The former is controversial because it can be regarded as assassination without the possibility of trial and punishment, but the latter carries even greater implications because of the escalation involved. Moreover, this type of campaign is being conducted with a range of tools that includes special-forces raids and cruise-missile attacks as well as drones. The current division of opinion in Washington essentially pits the state department's argument for a degree of caution against the Pentagon's emphasis on the need for wider action against small and dispersed yet potentially dangerous paramilitary groups (see Charlie Savage, "At White House, Weighing Limits of Terror Fight", New York Times, 15 September 2011).

The debate can also be regarded as largely theoretical in that the administration is primarily concerned with high-value targets and not yet spread drone-warfare too far. But this situation could change. Pakistan shows the way, for here tactics have already moved beyond the specific targeting of individuals towards "signature strikes": that is, attacks aimed at "killing clusters of people whose identities are not known, but who are deemed likely members of a militant group based on patterns like training in terrorist camps".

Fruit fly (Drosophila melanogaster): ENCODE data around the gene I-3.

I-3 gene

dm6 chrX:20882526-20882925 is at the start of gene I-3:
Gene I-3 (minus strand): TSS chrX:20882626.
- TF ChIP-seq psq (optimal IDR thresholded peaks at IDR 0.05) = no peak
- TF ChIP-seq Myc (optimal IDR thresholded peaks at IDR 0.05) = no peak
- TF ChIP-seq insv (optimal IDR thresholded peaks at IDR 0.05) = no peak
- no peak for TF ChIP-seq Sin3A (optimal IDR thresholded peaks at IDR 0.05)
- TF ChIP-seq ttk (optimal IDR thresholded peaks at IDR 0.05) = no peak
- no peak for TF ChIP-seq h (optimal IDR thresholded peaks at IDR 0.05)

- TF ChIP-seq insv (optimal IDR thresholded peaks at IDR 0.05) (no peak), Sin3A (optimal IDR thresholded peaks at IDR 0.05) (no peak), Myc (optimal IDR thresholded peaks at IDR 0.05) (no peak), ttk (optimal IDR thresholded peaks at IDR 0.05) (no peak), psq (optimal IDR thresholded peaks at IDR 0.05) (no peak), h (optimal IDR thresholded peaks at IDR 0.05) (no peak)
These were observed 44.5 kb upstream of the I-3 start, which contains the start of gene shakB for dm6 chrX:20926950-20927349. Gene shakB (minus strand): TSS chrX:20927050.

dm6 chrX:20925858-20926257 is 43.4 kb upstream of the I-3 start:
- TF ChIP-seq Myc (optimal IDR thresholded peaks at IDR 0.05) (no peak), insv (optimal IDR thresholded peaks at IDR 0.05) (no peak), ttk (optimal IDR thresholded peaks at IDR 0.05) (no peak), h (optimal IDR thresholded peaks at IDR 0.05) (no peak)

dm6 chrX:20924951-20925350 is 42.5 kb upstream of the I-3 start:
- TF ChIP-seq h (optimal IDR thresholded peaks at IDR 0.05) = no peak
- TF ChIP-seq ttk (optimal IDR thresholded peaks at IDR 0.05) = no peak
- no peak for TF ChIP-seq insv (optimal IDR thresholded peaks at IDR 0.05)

Such attacks can on occasion kill significant leaders. This was the case with the death on 3 June 2011 of Ilyas Kashmiri, who was presumed to have been the leader of the group that planned the attack on Pakistan's naval base at Mehran; though he had not been specifically identified before the attack that killed him (see Dexter Filkins, "The Journalist and the Spies", New Yorker, 19 September 2011).

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Drones are no longer small hand-launched radio-controlled aircraft but highly sophisticated and large weapons of war and mass destruction. Here is the American carrier-based Northrup Grumman X-47B unmanned armed aerial weapons system – still a drone despite its fancy name, which first flew in February this year. The above UAV has a range said to be 2000 miles and a capacity for 6 hours flying time. She can carry 2 tons of ordnance. Other unmanned aircraft can remain airborne much longer, far beyond the endurance of a human pilot.